For the next operation, the slides 92 may be moved forward again towards the arms 86 so that the arms again extend perpendicular to the wire 20 which is the starting position.
Instead of causing the breakage of the wire by limiting the angular displacement of the arms 86, the winding heads 60 may be provided with a clamping device such as at 62 which will hold the end of the wire while the winding device 64 operates to effect the breakage after the formation of the desired number of windings on the connecting pegs 16.
From the foregoing, it will be apparent that the operation of severing and wrapping the tail end of the wire about the connecting pegs can take place completely at the final work station where the immediately preceding work station functions to wrap the cores 14 to form the coils 18, thus saving considerable time in the formation of these products.
Having described the invention, it will be apparent that various modifications may be made therein without departing from the spirit and scope of the present invention as defined in the appended claims.
|Cited Patent||Filing date||Publication date||Applicant||Title|
|US3865152 *||May 3, 1973||Feb 11, 1975||Camardella Giuseppe||Automatic coils winding turret machine|
|DE2052001A1 *||Oct 23, 1970||May 4, 1972||Aumann Kg Willy||Title not available|
|JPS4732256A *||Title not available|
|Citing Patent||Filing date||Publication date||Applicant||Title|
|US4396042 *||Feb 23, 1981||Aug 2, 1983||Matsushita Electric Industrial Co., Ltd.||Wire cutting apparatus for wire winding machine|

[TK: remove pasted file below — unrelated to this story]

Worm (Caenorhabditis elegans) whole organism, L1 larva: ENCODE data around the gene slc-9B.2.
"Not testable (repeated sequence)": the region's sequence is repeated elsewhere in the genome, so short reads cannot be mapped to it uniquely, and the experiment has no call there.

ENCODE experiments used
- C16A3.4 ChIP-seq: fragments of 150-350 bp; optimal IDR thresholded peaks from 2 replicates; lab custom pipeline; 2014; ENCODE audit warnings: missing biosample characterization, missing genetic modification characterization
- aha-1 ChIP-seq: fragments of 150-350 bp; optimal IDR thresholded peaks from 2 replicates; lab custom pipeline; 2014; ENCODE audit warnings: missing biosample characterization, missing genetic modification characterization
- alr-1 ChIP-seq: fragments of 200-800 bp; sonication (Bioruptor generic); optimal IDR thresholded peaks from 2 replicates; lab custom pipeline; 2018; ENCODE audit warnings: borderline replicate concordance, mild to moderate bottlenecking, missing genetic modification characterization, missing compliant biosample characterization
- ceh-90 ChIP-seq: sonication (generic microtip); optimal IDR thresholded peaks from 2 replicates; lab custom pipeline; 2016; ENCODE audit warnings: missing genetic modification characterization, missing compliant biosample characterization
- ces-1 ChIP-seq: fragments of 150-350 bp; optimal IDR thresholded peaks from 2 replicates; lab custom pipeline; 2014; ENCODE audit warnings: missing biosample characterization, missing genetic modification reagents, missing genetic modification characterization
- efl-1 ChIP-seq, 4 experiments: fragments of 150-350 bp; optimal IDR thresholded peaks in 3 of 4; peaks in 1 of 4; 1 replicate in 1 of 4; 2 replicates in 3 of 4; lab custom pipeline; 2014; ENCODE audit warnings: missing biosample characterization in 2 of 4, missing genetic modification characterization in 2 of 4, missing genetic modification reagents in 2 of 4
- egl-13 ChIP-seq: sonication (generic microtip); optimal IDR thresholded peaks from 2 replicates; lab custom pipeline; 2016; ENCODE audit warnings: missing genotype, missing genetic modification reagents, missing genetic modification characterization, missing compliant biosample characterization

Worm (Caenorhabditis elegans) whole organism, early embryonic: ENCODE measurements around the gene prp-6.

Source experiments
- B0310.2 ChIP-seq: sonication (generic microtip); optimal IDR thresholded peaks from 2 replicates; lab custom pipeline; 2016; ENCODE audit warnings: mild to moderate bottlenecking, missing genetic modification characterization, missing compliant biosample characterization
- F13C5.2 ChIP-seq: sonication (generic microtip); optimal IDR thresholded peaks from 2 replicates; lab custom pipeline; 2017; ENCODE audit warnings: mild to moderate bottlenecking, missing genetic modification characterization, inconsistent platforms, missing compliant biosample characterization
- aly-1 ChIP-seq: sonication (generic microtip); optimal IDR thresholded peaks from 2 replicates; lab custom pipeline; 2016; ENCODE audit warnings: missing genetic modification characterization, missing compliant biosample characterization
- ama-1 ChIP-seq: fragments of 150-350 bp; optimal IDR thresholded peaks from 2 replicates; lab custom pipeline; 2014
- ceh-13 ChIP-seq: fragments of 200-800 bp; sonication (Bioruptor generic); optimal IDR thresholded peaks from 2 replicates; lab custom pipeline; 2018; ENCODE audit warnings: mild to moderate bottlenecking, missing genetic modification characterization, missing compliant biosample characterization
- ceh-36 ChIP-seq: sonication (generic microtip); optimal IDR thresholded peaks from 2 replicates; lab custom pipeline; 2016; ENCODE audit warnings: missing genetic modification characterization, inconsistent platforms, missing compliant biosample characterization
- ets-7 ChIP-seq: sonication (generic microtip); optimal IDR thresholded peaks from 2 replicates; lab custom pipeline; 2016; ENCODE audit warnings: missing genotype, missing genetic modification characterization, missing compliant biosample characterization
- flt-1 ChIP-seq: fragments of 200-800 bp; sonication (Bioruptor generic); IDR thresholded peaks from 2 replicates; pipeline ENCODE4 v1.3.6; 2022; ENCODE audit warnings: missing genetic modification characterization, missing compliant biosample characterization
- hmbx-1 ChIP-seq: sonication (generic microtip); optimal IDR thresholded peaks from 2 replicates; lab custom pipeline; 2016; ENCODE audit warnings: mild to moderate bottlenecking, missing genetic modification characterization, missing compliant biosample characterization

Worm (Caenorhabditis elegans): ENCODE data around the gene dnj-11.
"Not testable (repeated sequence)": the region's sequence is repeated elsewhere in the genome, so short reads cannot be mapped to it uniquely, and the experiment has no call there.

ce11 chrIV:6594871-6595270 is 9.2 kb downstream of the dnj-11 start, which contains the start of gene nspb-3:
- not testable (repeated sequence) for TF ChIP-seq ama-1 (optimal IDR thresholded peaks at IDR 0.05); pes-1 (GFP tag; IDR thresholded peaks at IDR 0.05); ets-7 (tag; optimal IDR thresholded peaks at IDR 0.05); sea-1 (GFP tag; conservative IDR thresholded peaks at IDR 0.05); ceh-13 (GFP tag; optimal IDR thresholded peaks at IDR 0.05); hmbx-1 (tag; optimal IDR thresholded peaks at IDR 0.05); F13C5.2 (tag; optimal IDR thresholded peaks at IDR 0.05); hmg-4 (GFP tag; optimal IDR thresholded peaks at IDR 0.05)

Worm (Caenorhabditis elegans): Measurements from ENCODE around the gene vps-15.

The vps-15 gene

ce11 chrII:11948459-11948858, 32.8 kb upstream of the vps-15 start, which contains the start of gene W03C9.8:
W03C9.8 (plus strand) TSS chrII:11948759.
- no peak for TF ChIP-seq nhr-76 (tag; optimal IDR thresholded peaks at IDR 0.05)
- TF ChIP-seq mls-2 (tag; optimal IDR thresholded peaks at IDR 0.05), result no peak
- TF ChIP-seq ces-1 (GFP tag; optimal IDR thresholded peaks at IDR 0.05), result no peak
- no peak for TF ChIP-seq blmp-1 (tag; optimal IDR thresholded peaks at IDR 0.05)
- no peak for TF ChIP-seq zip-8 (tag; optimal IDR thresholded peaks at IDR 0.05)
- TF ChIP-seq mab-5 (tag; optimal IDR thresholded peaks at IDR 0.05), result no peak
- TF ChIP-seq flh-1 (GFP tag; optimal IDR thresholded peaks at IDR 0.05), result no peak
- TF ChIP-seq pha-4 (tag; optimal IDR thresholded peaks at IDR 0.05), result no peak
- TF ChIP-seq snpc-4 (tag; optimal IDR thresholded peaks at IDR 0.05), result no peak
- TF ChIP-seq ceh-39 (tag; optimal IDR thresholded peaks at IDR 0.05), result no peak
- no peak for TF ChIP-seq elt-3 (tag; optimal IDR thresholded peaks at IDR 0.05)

|US4512376 *||Jul 8, 1983||Apr 23, 1985||Giorgio Barrera||Apparatus for forming stator coils of dynamo electric machines|
|US4540029 *||Nov 28, 1984||Sep 10, 1985||Grumman Aerospace Corporation||Wire coil production system|
|US4580606 *||Dec 9, 1983||Apr 8, 1986||Officine Meccaniche Pavesi & C. S.P.A.||Apparatus for forming stator coils of undulatory type for dynamo-electric machines|
|US5261615 *||Jun 29, 1990||Nov 16, 1993||Sokymat Sa||Process for manufacturing electronic components comprising a fine-wire winding, and device for holding the winding wire permitting manufacture according to this process|
|US5360178 *||Apr 1, 1992||Nov 1, 1994||Meteor Ag||Multiple coiling machine for winding electrical coils|
|US5544827 *||Jan 19, 1994||Aug 13, 1996||Nittoku Engineering Kabushiki Kaisha||Automatic coil winder|
|US5775626 *||Sep 25, 1996||Jul 7, 1998||Sony Corporation||Apparatus and method for winding wire around a workpiece|
|US6021971 *||Sep 30, 1998||Feb 8, 2000||Dana Corporation||Winding head for wire coils|
|US6105228 *||May 9, 1997||Aug 22, 2000||Nittoku Engineering Co., Ltd.||Tip coil winder|
|U.S. Classification||140/92.1, 242/487.1, 242/440|
|International Classification||H01F41/06, H01F27/00, B65H81/00|